Threshold – dVerse Meeting the Bar

Here’s my latest entry into the dVerse Meeting the Bar. This week, Gay is asking us to reflect on ourselves, think about how we talk, what we say, reveal a little piece of us in poetry form. I confess, I found this tough, tough, tough. This year, life in the Freya world has been turned upside down, and then all the pieces put back in some form of random order, so I’m not really sure who this ‘me’ is. I think I’m at a chrysalis stage, just deciding what butterfly I’m going to be (positive spin, do you see?).

So, I’m not sure if I fulfil the brief, but better some words than none at all. I do use the language, it sounds typically British as well, I feel (a bit stilted, somewhat diffident, perhaps)?

Do visit the other poets who take part in this wonderful community… you’re in for a treat!

*****

– Threshold –

Being at a crossroads
Or maybe halted by a sudden fork,
not sure which direction I’ll follow,
even where the turn will take me
when I blink and look again –
I’m not sure of myself
Nor do I understand which me I am.
The work me is part of it
But what is the other me like?
How do I behave?
What do I do, or say, differently
when the responsibility is
sloughed off as I walk through the front door?
Some days, I bring it home.
Not my work concerns per se
Just the demeanour.
I think it’s time for a reinvention.
Long overdue, frivolity has been a stranger at my door.
Perhaps with jollity’s return,
the prospect of a new beginning
won’t leave that taste of fear
on my tongue.
The taste that stops the words
seeping out.

35 thoughts on “Threshold – dVerse Meeting the Bar

  1. Being conscious of what words “seeping out” is nothing but positive. This, in fact, was the main message of King Salomon. His wisdom was extensive, But his main message was that the mouth is like the heart giving life to the body. A fool, of course, may also watch his mouth, wanting to please. But when seeing the mouth as the heart we will not be shameless. And by that we develop grace.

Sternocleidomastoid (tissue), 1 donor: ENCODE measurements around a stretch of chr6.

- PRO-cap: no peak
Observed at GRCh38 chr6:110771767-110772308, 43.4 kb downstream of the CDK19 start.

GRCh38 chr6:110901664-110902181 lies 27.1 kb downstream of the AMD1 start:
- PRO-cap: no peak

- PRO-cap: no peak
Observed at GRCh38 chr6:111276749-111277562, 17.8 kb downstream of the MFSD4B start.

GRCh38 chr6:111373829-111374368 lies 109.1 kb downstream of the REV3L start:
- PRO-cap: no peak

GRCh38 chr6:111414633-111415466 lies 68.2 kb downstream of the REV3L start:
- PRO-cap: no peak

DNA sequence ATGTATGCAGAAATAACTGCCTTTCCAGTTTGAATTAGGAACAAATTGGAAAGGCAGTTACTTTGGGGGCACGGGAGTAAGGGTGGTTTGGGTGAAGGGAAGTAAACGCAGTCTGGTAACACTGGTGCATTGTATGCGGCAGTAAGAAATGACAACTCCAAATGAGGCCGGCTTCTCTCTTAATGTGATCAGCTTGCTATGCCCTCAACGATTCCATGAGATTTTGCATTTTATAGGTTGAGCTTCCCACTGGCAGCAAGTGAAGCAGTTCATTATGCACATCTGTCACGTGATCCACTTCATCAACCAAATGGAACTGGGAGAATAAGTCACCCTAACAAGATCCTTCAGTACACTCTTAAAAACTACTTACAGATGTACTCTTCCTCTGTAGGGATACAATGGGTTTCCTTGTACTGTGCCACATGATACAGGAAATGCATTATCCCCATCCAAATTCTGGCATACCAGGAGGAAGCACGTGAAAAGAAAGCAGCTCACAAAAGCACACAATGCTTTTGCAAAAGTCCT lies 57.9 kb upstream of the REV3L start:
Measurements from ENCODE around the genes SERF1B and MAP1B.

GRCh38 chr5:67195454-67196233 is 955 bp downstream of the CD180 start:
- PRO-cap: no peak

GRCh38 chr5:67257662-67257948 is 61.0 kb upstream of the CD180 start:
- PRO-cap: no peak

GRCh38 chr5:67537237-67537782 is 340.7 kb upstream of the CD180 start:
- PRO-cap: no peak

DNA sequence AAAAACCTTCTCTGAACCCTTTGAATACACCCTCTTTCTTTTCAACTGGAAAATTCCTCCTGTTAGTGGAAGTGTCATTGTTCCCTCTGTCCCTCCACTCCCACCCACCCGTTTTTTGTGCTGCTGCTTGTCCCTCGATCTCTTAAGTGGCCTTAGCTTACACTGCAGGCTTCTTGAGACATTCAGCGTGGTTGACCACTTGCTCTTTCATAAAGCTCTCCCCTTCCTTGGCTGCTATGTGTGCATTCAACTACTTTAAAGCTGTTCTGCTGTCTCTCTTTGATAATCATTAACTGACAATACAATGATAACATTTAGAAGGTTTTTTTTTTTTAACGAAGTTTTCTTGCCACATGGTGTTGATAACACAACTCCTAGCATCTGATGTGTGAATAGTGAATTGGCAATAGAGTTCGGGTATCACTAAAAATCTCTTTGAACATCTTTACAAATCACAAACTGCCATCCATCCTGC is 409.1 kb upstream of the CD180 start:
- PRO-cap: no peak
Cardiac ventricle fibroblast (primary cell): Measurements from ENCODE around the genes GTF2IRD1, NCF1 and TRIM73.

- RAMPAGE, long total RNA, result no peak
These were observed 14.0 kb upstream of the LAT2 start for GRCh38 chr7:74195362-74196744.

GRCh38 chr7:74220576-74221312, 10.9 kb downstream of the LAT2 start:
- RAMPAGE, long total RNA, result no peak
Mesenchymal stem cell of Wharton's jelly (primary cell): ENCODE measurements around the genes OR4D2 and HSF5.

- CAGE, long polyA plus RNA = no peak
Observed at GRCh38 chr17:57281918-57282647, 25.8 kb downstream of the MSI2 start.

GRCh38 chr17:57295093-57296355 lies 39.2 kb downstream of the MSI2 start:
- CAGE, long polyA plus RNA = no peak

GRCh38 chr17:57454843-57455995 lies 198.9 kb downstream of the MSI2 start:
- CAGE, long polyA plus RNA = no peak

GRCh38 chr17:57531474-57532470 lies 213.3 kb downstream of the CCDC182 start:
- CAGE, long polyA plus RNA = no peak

I wonder what Freya stood for. I should know, being a Norwegian, but I don’t. I believe I will look it up. Anyhow, the conflict between the different “me’s” you describe I believe is universal. And a social problem.

  2. I do think sometime that the new year IS a good opportunity to think of re-invention. I think we all go through periods of questioning, and I sense that you are ready for some kind of fresh start. I wish you a successful new beginning.

  3. i think we have those crossroads in our life where we can stop and make decisions that will radically change our lives…i think we can make those kind of decisions any time we need to…re-invention is not a bad thing at all…course corrections either when we feel we have gotten away from who we really are…

  4. Crossroads, from the bible, from history, from Robert Johnson doing his blues version of Daniel Webster, from Robert Frost, from each of our life’s journeys–confused now because directions are Googled on Mapquest; & we are instructed where to turn; enjoyed your treatise, your poem of introspection.

    1. Thank you, Glenn. I’m too much used to feeling that I am in charge, and this year has not been at all like that… It’s made me revisit what ‘control’ really is, if it is indeed, real at all….

  5. ..the fear that stops the words that stops the action of doing something about it..very familiar…it all begins with identifying the problem…you will turn it around I’m sure 😉

  6. In sport, art, music, & life, transitions are the hardest part. It’s where everything happens. Lately I’ve been trying to conquer a scale in E flat that runs in and out of black and white keys to be played prestissimo. Wrapping my 4th finger around my thumb has stopped me everyday until today. I think that’s where you are between the first and fourth – waiting for life to smooth out, waiting for the music to flow, waiting to stop thinking the music and just let it be. Your poem does it with ease. I reckon if you let your life flow like your poetry you’ll be in a whole new place before you know it. Good luck!

    1. Thank you so much, Gay. You described my predicament so well, and so vividly. I have been doing so much thinking – too much, I am sure, in the dead of night, early in the morning – that my head is fit to burst. Letting ‘it’ flow is how I want to be, for sure. Thank you for the encouragement – and good luck with the scale!